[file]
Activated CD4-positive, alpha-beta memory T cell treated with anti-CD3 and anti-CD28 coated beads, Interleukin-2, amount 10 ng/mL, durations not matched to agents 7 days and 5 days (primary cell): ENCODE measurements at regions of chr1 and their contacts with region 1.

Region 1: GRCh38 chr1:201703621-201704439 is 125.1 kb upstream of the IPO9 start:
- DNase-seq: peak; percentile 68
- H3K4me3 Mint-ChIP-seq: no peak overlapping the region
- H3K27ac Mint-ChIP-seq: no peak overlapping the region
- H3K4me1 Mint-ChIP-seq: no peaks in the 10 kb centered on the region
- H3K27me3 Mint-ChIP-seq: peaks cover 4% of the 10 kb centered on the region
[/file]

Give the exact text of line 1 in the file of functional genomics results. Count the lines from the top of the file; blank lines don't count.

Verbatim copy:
Activated CD4-positive, alpha-beta memory T cell treated with anti-CD3 and anti-CD28 coated beads, Interleukin-2, amount 10 ng/mL, durations not matched to agents 7 days and 5 days (primary cell): ENCODE measurements at regions of chr1 and their contacts with region 1.